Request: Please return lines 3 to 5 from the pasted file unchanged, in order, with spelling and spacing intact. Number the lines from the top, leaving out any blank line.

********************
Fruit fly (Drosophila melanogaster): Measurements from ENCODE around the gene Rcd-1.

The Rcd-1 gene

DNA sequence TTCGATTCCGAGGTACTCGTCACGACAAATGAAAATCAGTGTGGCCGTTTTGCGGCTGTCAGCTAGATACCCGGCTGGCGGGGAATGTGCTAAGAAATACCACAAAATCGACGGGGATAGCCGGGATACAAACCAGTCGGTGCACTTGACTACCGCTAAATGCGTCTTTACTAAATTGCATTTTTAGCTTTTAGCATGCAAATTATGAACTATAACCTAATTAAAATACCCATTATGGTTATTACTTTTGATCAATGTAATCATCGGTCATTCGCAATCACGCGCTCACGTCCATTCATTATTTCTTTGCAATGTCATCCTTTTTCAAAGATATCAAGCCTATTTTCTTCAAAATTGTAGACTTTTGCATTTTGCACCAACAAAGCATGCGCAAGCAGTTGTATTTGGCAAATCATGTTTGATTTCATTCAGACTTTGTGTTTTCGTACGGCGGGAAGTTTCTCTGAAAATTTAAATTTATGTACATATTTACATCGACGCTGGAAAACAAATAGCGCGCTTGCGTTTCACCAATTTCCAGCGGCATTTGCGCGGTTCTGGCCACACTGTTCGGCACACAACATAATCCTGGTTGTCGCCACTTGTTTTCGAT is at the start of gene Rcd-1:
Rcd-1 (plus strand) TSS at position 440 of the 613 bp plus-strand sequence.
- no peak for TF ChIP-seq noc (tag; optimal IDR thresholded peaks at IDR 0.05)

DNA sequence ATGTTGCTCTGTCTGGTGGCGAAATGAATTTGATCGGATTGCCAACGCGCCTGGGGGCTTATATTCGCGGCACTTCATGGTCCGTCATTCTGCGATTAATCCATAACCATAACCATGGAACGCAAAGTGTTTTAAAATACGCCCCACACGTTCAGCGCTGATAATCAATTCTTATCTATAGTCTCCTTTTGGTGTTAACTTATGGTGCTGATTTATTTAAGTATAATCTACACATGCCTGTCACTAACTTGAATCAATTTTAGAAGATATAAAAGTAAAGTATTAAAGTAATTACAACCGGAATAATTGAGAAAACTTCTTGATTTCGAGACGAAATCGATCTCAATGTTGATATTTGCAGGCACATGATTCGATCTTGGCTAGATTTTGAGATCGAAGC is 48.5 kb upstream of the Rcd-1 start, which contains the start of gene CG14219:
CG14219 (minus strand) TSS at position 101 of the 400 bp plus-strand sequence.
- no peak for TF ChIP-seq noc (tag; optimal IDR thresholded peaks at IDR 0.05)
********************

DNA sequence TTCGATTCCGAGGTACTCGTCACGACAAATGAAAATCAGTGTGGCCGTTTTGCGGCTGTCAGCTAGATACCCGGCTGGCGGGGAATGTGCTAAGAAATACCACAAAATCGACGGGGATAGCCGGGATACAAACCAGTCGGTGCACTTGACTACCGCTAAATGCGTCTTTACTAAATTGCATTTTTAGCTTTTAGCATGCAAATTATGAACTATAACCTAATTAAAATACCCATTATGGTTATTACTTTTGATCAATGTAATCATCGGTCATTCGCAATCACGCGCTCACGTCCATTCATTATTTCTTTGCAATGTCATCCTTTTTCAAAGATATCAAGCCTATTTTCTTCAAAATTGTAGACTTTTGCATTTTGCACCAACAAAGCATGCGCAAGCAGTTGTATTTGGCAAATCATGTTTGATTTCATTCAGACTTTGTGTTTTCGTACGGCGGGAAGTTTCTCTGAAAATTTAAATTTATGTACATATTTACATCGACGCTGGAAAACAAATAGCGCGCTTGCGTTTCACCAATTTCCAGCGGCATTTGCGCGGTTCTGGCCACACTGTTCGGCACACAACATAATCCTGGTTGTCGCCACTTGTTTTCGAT is at the start of gene Rcd-1:
Rcd-1 (plus strand) TSS at position 440 of the 613 bp plus-strand sequence.
- no peak for TF ChIP-seq noc (tag; optimal IDR thresholded peaks at IDR 0.05)